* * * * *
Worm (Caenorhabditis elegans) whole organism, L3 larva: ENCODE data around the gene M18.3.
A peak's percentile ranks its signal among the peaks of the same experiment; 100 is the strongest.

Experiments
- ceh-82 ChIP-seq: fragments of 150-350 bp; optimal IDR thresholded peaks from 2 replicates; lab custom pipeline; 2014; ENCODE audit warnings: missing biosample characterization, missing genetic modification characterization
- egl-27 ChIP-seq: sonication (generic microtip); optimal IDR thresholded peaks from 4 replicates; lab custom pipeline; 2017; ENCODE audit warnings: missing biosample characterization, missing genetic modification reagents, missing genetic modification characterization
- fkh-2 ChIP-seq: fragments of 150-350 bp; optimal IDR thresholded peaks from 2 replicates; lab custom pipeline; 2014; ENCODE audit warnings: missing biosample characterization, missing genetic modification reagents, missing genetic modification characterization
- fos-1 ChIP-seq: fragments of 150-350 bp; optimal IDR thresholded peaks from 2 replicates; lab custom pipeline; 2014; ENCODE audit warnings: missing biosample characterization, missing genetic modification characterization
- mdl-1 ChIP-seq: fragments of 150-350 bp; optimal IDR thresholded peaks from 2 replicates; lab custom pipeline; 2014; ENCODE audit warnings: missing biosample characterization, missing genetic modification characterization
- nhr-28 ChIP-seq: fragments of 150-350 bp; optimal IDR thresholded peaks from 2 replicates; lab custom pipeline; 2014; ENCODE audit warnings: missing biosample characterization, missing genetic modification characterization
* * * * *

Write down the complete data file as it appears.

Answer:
Worm (Caenorhabditis elegans) whole organism, L3 larva: ENCODE data around the gene M18.3.
A peak's percentile ranks its signal among the peaks of the same experiment; 100 is the strongest.

Experiments
- ceh-82 ChIP-seq: fragments of 150-350 bp; optimal IDR thresholded peaks from 2 replicates; lab custom pipeline; 2014; ENCODE audit warnings: missing biosample characterization, missing genetic modification characterization
- egl-27 ChIP-seq: sonication (generic microtip); optimal IDR thresholded peaks from 4 replicates; lab custom pipeline; 2017; ENCODE audit warnings: missing biosample characterization, missing genetic modification reagents, missing genetic modification characterization
- fkh-2 ChIP-seq: fragments of 150-350 bp; optimal IDR thresholded peaks from 2 replicates; lab custom pipeline; 2014; ENCODE audit warnings: missing biosample characterization, missing genetic modification reagents, missing genetic modification characterization
- fos-1 ChIP-seq: fragments of 150-350 bp; optimal IDR thresholded peaks from 2 replicates; lab custom pipeline; 2014; ENCODE audit warnings: missing biosample characterization, missing genetic modification characterization
- mdl-1 ChIP-seq: fragments of 150-350 bp; optimal IDR thresholded peaks from 2 replicates; lab custom pipeline; 2014; ENCODE audit warnings: missing biosample characterization, missing genetic modification characterization
- nhr-28 ChIP-seq: fragments of 150-350 bp; optimal IDR thresholded peaks from 2 replicates; lab custom pipeline; 2014; ENCODE audit warnings: missing biosample characterization, missing genetic modification characterization